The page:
Neolithic finds from the Prefecture of Evros, Thrace, Greece

In this article we present the Neolithic Age finds from the Prefecture of Evros, Thrace, Greece.

Ancient Doriskos

“After the settlement of Monasterake, right to the road that is leading from Alexandrpoupolis to Feres and on the road that is leading to the Evros delta at the location that is known under the name Saragia rises a rocky outcrop, which is supervising the flat area around the delta. Here is the place where the ancient city of Doriskos is located (…) The hill of Doriskos is presenting habitation since the Neolithic until the Hellenistic ages


“During the 1950s, Gregory Efthymiou researches the surface in the Doriskos area and discovers tumuli and shells of various periods. He was the first to highlight the archaeological significance of the site and delivers plenty of observations and publications to newspapers and magazines.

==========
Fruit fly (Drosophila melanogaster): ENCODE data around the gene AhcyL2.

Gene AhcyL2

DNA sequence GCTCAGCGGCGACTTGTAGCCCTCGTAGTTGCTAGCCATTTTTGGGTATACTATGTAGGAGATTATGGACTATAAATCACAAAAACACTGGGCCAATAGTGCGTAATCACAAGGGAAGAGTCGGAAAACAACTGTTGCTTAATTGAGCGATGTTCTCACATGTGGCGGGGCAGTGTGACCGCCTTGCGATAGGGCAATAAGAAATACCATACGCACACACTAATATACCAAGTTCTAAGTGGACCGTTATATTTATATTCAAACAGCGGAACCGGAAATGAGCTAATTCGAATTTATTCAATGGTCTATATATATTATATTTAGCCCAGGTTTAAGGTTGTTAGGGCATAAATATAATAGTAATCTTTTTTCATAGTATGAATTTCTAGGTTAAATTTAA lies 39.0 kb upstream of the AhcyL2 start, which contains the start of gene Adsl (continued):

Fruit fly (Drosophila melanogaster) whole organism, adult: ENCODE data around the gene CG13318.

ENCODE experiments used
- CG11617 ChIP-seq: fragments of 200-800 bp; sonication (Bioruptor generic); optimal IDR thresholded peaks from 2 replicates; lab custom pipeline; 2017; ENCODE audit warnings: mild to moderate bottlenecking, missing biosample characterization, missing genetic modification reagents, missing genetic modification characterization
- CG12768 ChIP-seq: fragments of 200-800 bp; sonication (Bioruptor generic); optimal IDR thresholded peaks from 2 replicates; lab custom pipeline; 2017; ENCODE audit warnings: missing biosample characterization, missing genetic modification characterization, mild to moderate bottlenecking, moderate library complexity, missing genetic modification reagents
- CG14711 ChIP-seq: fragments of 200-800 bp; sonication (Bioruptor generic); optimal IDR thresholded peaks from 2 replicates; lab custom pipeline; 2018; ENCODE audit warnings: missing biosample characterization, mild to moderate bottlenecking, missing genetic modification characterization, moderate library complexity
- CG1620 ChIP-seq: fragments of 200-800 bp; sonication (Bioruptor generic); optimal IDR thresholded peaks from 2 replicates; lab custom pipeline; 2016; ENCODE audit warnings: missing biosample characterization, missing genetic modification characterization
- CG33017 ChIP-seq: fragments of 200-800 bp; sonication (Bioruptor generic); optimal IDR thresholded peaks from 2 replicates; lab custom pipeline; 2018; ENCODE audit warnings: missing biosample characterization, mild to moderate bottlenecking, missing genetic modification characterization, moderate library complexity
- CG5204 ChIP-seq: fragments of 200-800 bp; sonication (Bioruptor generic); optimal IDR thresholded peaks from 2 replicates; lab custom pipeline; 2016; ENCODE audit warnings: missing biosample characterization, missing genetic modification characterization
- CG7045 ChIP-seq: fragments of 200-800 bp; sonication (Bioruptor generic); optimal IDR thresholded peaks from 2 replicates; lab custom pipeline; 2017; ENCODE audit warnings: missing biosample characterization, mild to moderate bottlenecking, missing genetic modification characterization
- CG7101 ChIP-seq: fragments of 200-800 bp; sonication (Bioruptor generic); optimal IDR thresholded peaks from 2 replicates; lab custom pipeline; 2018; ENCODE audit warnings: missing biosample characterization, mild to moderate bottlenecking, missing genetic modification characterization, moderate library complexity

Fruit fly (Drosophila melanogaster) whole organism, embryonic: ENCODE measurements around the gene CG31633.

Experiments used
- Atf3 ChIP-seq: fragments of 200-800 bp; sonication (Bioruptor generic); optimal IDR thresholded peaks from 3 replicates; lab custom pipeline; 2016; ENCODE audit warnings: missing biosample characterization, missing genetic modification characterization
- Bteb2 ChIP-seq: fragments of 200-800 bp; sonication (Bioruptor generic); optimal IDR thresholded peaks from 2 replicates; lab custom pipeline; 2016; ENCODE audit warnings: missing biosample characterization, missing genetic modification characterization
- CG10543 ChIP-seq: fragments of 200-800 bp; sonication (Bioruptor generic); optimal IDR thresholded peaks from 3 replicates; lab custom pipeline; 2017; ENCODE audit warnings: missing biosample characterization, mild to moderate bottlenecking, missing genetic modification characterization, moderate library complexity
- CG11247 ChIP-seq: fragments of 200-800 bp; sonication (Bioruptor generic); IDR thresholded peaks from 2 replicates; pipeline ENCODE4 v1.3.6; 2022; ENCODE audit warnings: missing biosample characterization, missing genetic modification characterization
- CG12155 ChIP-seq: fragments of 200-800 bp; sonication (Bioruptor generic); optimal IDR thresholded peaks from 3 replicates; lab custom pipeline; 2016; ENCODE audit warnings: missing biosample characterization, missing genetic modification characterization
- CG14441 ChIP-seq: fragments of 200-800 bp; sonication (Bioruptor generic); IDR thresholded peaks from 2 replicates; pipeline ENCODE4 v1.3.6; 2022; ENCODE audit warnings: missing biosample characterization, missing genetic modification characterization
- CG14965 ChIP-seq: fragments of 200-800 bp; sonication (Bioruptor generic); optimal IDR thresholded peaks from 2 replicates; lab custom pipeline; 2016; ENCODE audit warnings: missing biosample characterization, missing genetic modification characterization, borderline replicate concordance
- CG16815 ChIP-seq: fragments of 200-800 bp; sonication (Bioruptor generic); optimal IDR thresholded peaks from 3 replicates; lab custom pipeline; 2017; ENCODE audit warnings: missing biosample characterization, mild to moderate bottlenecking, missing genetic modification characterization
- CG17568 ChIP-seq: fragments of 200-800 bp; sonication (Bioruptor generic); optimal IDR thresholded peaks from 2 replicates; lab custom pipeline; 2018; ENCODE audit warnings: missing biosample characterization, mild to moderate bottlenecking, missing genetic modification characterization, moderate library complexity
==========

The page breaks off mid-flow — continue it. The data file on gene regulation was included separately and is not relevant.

George Bakalakis’s researches in the early 1960s confirmed Efthymiou’s remarks about the importance of the site on the hill “Saraya”, east of the modern village of Doriskos and south of Feres, which led to the safe identification of the place with the ancient Doriskos. The systematic archaeological excavations brought to light a number of finds dating from Prehistoric to Late Hellenistic Times, a fact which reveals that the Doriskos hill presents continuous and permanent settlement


Makri (Cyclops cave) – Alexandroupoli


The first habitation of the site dates from the Neolithic period (5000 B.C.) and is attested in the area of the cave. The accumulated debris of the successive clay buildings of the prehistoric periods, gradually created a low mound (Toumba) (…) The site was discovered during the First World War. George Bakalakis was the first archaeologist to visit the place and he identified it as the ancient city of Zone and cape Serreion. Excavations on the site were first carried out in 1988 by the 19th Ephorate of Prehistoric and Classical Antiquities and are still in progress. The Neolithic settlement which has come to light is one of the most important in the Balkans. The excavation results also prooved that the ancient settlement was simply a trading post and not the city of Zone, while cape Serreion can now be securely placed at the end of Ismaros.

The most important monuments on the site are:
• Neolithic settlement.
It consisted of post-hole structures of which the floors, pise walls, ovens, hearths etc. are preserved”